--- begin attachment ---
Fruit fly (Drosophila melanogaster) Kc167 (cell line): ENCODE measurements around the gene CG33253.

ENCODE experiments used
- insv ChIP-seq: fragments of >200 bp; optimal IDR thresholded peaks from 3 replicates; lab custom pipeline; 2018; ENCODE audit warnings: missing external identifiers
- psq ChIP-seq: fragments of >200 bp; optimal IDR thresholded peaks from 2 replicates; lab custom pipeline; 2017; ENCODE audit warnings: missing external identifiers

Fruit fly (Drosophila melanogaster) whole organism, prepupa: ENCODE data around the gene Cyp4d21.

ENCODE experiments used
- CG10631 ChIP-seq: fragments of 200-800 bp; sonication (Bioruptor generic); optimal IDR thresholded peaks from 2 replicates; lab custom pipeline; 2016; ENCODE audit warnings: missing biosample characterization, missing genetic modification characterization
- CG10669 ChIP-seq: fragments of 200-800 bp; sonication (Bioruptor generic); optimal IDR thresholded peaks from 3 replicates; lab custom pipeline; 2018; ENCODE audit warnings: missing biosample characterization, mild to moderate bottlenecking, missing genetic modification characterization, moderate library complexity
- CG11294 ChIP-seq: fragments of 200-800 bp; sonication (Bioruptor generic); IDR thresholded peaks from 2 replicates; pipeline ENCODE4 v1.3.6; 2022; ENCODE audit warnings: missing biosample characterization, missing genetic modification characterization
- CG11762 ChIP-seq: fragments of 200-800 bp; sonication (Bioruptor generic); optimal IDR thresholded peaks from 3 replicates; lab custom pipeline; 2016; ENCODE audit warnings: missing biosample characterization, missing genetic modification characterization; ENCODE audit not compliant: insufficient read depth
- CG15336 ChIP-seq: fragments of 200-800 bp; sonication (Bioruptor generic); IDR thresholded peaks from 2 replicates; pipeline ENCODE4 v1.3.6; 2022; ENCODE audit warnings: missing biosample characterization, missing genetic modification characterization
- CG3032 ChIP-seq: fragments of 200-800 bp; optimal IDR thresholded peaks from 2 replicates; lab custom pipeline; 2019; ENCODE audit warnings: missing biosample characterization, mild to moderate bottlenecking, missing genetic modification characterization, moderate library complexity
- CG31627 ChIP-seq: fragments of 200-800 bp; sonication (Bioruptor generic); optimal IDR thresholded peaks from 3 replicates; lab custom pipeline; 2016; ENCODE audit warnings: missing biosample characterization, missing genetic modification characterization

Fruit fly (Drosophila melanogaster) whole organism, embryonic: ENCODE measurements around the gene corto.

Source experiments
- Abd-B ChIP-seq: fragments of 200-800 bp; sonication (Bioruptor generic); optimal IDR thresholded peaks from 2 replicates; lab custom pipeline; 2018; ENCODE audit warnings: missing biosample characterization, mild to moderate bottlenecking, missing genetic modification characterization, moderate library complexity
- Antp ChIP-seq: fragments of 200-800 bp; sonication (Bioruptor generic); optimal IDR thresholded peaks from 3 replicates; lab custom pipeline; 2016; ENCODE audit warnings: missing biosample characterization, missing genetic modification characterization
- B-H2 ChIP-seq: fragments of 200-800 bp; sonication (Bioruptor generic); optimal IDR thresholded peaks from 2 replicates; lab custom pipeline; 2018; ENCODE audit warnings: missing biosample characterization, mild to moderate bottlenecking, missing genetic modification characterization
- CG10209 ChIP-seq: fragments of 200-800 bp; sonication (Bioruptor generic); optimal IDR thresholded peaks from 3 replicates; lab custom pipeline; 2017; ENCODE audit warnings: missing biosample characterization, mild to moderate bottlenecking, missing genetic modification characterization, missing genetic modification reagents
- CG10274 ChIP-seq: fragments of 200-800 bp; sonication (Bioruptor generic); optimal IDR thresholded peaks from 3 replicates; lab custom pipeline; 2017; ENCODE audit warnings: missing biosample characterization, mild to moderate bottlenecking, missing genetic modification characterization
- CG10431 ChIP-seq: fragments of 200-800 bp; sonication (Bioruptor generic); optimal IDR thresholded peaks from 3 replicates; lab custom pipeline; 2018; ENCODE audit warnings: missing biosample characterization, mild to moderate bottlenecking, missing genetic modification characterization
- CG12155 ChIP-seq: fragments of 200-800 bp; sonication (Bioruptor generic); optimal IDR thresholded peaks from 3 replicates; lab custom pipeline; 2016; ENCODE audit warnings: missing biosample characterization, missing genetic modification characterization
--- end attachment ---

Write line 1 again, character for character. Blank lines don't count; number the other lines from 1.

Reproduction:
Fruit fly (Drosophila melanogaster) Kc167 (cell line): ENCODE measurements around the gene CG33253.